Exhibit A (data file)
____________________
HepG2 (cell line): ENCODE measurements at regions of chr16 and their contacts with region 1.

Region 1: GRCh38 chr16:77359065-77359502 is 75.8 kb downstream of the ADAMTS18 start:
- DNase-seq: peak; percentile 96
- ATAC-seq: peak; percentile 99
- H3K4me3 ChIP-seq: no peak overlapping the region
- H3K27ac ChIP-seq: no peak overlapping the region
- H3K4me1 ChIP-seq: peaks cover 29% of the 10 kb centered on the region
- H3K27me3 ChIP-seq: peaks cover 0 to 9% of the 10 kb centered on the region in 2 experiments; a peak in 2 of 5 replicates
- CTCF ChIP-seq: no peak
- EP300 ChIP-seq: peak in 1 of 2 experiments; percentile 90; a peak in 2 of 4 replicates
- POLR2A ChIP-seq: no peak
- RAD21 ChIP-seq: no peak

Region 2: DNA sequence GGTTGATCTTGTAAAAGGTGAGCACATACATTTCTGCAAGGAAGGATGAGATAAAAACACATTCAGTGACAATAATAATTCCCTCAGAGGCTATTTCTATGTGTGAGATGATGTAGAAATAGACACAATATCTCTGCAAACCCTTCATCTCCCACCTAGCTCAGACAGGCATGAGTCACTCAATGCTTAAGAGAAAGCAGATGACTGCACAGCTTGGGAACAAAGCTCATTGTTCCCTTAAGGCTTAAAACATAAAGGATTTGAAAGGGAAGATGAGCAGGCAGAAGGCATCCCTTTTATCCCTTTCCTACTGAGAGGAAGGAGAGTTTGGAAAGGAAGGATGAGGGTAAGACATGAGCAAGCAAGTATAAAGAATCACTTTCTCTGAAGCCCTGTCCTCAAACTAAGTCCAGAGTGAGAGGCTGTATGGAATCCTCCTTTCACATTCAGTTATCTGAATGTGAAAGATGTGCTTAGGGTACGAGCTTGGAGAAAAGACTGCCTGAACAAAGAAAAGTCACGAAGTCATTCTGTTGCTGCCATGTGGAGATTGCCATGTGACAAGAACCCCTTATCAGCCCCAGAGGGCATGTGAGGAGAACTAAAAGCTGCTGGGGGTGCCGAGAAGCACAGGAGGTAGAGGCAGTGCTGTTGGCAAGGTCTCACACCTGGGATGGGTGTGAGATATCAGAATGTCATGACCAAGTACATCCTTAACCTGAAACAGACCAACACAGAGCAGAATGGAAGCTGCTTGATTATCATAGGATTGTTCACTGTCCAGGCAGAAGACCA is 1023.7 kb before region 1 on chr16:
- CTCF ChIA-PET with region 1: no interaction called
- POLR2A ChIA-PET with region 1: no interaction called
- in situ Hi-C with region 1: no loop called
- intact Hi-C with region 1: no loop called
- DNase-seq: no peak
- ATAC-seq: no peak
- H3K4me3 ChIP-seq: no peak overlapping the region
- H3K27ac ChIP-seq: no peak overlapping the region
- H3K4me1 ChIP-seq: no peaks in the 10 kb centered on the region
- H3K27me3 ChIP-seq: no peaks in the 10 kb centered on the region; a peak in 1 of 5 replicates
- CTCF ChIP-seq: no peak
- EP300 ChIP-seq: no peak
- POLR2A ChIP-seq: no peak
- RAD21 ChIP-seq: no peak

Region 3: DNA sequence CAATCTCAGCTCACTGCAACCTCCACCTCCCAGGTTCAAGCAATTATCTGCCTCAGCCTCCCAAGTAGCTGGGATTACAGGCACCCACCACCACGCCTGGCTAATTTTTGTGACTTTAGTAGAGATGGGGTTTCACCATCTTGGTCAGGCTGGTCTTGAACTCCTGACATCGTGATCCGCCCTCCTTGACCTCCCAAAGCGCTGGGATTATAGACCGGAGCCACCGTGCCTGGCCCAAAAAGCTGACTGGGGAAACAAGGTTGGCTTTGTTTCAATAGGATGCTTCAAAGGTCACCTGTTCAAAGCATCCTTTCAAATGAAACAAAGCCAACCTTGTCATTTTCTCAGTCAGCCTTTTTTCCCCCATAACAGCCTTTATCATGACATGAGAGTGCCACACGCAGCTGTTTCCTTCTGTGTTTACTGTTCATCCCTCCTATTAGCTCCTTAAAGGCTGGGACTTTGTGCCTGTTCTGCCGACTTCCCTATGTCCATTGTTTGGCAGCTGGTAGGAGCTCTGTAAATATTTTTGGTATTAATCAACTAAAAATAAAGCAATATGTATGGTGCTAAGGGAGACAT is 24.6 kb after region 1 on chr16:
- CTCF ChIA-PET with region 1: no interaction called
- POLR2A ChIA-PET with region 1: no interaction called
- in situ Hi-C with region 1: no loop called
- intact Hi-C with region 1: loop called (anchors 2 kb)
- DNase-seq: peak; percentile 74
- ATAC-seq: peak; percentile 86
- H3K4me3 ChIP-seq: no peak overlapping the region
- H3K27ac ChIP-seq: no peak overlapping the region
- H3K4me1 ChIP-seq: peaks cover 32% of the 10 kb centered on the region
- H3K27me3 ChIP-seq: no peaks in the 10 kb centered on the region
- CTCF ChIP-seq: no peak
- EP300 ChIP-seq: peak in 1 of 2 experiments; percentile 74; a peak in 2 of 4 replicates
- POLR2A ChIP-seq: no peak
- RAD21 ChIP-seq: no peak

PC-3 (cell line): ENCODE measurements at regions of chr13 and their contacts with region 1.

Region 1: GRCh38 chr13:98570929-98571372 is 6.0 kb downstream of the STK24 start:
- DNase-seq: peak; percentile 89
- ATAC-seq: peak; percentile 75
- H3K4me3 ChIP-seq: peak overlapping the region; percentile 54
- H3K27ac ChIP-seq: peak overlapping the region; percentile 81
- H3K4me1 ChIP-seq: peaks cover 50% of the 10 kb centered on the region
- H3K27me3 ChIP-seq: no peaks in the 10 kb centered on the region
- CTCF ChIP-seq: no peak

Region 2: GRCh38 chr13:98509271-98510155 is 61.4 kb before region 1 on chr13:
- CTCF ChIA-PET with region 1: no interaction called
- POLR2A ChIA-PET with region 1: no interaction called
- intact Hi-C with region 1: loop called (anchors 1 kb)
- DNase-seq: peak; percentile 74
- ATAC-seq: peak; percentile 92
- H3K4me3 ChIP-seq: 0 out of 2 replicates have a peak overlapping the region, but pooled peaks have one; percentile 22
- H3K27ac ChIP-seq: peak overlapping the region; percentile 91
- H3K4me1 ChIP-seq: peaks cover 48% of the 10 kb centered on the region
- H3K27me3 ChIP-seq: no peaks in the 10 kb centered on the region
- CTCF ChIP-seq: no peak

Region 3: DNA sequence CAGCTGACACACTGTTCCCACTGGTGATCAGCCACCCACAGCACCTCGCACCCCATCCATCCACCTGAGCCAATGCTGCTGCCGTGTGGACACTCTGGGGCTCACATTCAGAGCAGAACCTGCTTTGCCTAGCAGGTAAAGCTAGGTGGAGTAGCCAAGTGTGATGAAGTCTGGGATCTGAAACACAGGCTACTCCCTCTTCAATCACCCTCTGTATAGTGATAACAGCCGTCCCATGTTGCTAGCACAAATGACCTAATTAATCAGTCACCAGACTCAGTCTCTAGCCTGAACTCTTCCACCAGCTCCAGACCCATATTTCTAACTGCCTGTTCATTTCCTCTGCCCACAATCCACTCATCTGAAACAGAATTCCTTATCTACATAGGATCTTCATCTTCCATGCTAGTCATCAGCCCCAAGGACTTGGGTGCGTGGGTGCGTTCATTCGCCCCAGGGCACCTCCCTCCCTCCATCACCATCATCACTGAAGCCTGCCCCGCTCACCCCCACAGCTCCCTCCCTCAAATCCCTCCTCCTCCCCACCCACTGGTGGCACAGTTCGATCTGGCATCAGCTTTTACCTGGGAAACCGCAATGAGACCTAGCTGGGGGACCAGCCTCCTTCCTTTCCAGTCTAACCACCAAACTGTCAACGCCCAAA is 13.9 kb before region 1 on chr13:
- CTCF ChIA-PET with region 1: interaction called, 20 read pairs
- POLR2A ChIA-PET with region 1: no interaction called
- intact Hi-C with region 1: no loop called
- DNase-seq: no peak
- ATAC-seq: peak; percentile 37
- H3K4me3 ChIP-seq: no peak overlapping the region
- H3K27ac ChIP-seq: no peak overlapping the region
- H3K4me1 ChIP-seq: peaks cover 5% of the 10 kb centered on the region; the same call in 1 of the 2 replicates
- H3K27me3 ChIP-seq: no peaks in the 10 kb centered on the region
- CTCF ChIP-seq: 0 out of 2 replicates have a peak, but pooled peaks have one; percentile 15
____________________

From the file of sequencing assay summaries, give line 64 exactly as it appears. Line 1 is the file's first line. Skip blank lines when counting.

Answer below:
- CTCF ChIA-PET with region 1: interaction called, 20 read pairs